Alternative Funding

Money is tight in education. Besides being highly qualified to teach our subject matter, we also need to be grant writers.

Today we got an email asking if anyone had written a grant for the Bulls-eye Corporation. An English teacher was writing a grant to apply for money to help take her students on a field trip to see a play that tied closely with something she teaches. I understand that corporations want to contribute to their community and help teachers do things in their classrooms. But the red tape on this grant makes you wonder why people even bother to apply. Bulls-eye Corp wanted to know:

1. Tax status date.

2. They want the following information on each of the board members. Middle name, professional occupation, company, street address, city, state, and country.

3. They are asking for the Total Organization Budget for the school. They also ask for our income sources. The categories are Corporations/Foundations, Memberships , Ticket Revenue and Other.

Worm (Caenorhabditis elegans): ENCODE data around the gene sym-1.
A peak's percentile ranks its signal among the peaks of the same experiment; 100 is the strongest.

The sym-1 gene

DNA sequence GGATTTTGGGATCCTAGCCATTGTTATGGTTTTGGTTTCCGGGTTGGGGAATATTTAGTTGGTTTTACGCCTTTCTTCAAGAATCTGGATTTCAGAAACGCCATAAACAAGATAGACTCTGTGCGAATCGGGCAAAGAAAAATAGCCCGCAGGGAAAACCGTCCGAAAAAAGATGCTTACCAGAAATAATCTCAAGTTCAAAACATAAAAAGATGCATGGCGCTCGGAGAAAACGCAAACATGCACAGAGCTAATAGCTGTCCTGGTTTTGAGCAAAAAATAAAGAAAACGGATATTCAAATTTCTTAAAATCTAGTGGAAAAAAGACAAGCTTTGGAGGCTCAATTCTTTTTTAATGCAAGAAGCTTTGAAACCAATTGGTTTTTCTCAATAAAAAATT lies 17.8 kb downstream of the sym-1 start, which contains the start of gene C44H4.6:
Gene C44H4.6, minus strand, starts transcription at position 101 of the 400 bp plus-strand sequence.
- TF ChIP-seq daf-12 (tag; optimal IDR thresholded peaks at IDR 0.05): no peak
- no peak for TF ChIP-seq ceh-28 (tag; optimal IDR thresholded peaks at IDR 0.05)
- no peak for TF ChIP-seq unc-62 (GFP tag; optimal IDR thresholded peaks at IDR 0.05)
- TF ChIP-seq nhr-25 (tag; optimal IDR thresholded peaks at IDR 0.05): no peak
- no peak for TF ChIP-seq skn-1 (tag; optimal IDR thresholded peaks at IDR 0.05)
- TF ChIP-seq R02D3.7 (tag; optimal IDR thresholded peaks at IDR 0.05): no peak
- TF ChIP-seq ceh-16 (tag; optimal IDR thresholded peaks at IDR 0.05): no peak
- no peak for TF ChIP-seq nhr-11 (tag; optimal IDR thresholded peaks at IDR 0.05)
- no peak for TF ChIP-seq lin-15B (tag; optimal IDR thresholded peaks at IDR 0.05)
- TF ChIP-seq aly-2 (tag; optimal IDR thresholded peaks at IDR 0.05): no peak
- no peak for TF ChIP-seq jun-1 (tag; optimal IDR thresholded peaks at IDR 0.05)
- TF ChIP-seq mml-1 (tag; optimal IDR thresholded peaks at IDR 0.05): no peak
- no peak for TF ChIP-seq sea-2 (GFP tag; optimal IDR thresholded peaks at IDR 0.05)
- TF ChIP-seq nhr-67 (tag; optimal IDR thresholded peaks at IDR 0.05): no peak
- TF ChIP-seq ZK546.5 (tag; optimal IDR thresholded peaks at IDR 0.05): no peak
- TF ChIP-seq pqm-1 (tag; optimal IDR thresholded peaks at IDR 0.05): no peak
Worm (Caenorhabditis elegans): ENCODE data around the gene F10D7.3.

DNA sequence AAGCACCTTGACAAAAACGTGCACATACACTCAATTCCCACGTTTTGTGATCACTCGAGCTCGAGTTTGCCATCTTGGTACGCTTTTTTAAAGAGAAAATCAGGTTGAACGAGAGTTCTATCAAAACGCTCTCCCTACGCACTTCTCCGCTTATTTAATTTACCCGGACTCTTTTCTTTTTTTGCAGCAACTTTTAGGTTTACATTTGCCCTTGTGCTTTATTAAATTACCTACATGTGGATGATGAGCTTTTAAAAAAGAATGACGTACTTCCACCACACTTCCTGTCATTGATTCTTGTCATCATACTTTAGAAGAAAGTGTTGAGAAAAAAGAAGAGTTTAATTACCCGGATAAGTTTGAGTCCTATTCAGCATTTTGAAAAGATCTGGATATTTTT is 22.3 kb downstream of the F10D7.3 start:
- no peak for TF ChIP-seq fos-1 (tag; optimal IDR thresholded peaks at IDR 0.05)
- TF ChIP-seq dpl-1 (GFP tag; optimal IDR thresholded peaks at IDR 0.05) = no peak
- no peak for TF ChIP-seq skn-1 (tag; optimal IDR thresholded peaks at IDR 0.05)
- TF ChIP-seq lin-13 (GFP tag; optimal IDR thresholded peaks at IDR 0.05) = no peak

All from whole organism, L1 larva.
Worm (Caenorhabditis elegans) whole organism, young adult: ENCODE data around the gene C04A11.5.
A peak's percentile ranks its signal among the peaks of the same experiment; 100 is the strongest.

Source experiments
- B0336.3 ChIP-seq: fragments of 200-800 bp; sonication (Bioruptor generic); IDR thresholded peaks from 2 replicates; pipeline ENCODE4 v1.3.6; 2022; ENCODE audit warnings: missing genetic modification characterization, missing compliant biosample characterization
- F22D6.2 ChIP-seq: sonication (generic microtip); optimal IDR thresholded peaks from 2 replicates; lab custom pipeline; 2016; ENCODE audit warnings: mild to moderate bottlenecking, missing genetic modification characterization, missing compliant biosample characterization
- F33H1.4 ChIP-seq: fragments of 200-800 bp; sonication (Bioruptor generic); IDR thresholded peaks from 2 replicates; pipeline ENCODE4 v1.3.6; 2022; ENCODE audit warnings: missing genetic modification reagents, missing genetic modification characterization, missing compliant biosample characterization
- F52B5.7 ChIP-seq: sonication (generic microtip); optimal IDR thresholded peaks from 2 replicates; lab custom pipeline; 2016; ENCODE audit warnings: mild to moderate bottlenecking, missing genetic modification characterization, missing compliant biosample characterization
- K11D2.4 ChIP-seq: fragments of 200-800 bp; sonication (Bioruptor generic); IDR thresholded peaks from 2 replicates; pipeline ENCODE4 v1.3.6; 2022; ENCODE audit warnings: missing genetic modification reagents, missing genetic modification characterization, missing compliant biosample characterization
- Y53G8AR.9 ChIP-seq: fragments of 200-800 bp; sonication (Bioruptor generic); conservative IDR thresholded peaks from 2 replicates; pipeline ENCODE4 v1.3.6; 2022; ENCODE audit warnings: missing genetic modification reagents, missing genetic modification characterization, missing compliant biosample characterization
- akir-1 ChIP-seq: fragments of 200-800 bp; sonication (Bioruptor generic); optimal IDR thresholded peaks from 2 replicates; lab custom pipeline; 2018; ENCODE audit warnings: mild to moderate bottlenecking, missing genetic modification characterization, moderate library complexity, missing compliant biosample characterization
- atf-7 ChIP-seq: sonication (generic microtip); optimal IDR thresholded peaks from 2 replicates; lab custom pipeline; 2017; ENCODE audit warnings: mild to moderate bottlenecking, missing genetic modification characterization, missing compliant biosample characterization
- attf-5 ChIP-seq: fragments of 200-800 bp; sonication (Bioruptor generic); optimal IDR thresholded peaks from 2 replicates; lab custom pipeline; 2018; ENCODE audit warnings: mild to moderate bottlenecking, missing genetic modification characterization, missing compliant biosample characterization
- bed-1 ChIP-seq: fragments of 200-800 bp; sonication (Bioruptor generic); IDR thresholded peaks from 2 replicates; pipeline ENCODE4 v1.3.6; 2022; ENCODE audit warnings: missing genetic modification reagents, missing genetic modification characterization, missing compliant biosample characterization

4. They want a list of the 10 largest donors who are “committed.”

Huh? All she wants is a few bucks to take a class or two of sophomores to a play and pay for a bus. I can see why the teacher was confused on how to answer these questions. Bless her heart for applying. But it does make you wonder about education in the future if we have to write grants like this to do the simplest things. Will anyone want to contribute money to my class so I can have paper to photo-copy exams?

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One Response to “Alternative Funding”

  1. dkzody Says:

    If it’s not for $10,000+, we don’t apply. Just as you said, too much work for too little money. Last year we worked on a grant that gives the school $2.7 million a year, for 7 years. Now, that’s money worth going for. And, we got it.


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